7 Colorado Family Resource Center Association. (2017). Family Pathways & CFSA 2.0 Evaluation Report. Retrieved from http://www.cofamilycenters.org/wp-content/uploads/2017/09/2017-FRCA-Family-Development-Report-Executive-Summary.pdf
8 Finn-Stevenson, M. (2009). Evaluation of the Connecticut family resource center program: Final report (Yale Zigler Center in Child Development and Social Policy). Hartford, CT: Connecticut State Dept. of Education.
9 Peter Pecora, personal communications, October 2018.
10 Maryland Family Network. (2017). Member Snapshot-Maryland. Retrieved from https://docs.wixstatic.com/ugd/ec0538_39a591ba040d4c48a081af42100d7b51.pdf
11 Henry, A. D., Gettens, J., Pratt, C., & McGlinchy, L. (2017). Massachusetts Family Resource Center Program Evaluation Report: Calendar Year 2016. Shrewsbury MA: Center for Health Policy and Research, University of Massachusetts Medical School. Retrieved from https://www.masslegalservices.org/system/files/library/fy2016-family-resource-center-annual-report.pdf
12 Massachusetts Family Center Network. (2017). Member Snapshot-Massachusetts. Retrieved from https://docs.wixstatic.com/ugd/ec0538_913797670a684bbfb1052e87f12bac03.pdf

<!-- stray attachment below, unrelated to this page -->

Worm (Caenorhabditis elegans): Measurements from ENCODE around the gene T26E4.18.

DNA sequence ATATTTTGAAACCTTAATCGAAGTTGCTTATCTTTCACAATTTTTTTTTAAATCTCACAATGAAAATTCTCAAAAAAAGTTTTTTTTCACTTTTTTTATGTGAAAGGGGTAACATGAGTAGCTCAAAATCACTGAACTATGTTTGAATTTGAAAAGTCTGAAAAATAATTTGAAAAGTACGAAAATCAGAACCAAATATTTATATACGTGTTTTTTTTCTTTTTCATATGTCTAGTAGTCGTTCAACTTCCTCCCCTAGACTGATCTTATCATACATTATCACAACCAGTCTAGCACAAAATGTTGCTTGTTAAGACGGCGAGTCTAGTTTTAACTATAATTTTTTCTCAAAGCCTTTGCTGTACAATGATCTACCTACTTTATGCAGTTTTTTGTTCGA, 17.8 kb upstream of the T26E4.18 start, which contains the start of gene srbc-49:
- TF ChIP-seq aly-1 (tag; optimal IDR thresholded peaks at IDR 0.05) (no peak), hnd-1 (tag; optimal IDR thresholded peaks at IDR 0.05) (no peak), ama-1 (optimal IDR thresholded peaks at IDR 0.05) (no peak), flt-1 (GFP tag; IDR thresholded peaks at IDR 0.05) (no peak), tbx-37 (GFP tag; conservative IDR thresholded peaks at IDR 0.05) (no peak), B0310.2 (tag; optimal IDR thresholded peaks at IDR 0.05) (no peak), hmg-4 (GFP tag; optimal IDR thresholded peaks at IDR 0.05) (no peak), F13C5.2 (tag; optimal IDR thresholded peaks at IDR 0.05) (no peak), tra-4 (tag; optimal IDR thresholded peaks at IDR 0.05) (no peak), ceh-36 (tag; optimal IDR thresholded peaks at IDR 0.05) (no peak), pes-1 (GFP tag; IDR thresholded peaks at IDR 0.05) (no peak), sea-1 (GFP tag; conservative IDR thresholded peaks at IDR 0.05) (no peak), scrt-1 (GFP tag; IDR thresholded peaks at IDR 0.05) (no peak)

13 Center for Human Services Research. (2010). New York State family resource center outcome study. Retrieved from https://www.albany.edu/chsr/Publications/FRC%20Outcome%20Study%202010.pdf
14 New York State Family Resource Center Network. (2017). Member Snapshot-New York. Retrieved from https://docs.wixstatic.com/ugd/ec0538_b3595ab668bd413aae4000a507b9c273.pdf
15 Orange County Families and Communities Together. (2017). Annual Report, 2017. Retrieved from http://www.factoc.org/wp-content/uploads/2019/03/16-17-FaCT-Annual-Report.pdf
16 First 5 San Francisco. (2016). Community Report. Retrieved from http://www.first5sf.org/wp-content/uploads/2016/Community_Report_2015_16.pdf
17 Casey Family Programs. (2019). 2019 Signature Report: On the Pathway of Hope. Retrieved from https://wwwstaging.casey.org/hope/
18 First 5 San Francisco. (n.d.). San Francisco’s coordinated family resource center initiative. Retrieved from http://matrixoutcomesmodel.com/newsletters/docs/First5_SF.pdf
19 Zero to Three. (2016). Parent Child CENTERs. Retrieved from https://www.zerotothree.org/resources